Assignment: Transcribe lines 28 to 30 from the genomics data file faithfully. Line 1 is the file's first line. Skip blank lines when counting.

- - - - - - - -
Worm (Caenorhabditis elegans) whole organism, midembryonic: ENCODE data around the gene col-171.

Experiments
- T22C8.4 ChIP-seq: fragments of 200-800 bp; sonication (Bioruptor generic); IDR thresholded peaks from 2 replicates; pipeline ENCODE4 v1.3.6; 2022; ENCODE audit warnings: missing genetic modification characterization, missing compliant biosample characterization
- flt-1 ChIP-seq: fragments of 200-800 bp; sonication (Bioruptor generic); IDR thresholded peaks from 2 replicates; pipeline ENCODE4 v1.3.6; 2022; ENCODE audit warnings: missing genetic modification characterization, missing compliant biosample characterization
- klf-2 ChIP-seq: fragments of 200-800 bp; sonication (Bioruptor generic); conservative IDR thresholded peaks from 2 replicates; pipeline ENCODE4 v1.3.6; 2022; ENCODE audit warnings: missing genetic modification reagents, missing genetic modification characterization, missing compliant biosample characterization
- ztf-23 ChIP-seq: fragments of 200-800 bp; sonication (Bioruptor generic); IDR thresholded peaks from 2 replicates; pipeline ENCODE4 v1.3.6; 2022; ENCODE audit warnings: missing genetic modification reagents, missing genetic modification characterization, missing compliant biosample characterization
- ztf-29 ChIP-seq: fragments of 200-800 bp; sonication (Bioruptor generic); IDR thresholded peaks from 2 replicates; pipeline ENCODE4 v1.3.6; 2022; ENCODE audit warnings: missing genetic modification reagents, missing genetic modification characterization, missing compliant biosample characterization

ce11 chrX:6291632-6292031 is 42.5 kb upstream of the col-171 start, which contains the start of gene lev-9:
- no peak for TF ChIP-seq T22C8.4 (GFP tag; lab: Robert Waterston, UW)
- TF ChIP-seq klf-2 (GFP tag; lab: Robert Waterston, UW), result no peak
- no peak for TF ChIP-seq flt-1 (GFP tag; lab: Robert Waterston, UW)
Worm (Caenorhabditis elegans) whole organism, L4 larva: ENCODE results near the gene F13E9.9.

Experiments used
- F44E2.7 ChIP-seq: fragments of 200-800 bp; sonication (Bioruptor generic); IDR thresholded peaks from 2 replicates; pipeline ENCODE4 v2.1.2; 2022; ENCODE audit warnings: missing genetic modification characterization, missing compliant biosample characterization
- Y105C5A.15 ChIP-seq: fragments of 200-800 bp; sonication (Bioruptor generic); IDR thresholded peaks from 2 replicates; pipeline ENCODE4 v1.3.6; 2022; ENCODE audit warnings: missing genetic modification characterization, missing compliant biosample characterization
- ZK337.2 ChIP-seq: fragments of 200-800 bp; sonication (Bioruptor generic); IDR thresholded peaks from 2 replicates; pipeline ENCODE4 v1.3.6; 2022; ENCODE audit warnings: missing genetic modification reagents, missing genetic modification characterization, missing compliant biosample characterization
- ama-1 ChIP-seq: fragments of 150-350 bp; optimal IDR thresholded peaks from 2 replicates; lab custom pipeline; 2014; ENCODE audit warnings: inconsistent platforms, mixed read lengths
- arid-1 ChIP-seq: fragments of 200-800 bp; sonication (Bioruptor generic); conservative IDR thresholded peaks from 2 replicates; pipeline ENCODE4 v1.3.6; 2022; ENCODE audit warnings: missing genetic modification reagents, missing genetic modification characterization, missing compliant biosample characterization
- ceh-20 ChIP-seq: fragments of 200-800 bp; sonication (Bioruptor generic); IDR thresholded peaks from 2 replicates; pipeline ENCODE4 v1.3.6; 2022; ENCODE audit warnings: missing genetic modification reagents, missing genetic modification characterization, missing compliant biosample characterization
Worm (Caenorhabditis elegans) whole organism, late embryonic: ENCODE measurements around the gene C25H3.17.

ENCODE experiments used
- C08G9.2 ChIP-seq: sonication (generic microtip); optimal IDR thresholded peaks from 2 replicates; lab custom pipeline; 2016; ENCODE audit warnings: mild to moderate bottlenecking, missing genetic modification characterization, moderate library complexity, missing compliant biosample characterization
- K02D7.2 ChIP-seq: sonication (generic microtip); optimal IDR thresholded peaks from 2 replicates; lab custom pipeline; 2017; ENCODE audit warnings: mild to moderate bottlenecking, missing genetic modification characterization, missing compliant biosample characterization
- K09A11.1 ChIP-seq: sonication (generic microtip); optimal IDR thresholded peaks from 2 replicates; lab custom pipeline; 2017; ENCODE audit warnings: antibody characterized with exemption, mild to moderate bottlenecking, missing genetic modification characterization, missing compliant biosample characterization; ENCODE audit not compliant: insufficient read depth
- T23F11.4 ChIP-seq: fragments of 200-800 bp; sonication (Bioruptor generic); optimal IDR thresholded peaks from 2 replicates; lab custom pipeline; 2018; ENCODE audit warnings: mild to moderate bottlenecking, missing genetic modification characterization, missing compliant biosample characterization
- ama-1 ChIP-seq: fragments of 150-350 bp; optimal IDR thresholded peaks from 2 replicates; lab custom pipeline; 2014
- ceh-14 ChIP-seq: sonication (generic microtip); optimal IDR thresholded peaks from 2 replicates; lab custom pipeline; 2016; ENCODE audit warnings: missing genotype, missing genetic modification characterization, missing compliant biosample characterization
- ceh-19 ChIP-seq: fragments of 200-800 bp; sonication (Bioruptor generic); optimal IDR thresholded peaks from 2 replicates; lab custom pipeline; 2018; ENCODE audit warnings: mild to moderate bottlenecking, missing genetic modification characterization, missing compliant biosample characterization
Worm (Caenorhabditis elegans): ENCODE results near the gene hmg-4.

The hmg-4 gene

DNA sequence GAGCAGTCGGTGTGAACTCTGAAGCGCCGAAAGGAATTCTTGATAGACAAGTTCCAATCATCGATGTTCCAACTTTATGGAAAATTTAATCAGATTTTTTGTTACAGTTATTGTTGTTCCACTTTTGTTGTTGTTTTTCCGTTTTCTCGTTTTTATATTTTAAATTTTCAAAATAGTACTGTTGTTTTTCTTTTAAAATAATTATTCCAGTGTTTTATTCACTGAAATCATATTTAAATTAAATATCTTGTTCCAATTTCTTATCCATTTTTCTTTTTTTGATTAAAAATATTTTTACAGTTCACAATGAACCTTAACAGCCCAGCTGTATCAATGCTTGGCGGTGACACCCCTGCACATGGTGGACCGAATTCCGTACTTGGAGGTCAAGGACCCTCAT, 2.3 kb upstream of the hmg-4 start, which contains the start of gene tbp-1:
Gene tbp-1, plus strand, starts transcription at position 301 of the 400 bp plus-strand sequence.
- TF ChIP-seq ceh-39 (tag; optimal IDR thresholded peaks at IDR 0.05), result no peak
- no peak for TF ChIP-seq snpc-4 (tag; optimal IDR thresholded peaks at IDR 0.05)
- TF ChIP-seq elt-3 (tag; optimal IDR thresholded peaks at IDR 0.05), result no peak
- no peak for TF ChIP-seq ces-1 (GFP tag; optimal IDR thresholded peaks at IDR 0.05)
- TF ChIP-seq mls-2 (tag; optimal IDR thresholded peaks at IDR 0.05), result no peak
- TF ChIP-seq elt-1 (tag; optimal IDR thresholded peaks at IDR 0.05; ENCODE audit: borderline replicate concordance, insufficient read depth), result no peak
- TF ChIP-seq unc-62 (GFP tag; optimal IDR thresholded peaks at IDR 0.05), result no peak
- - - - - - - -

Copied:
- ceh-19 ChIP-seq: fragments of 200-800 bp; sonication (Bioruptor generic); optimal IDR thresholded peaks from 2 replicates; lab custom pipeline; 2018; ENCODE audit warnings: mild to moderate bottlenecking, missing genetic modification characterization, missing compliant biosample characterization
Worm (Caenorhabditis elegans): ENCODE results near the gene hmg-4.

The hmg-4 gene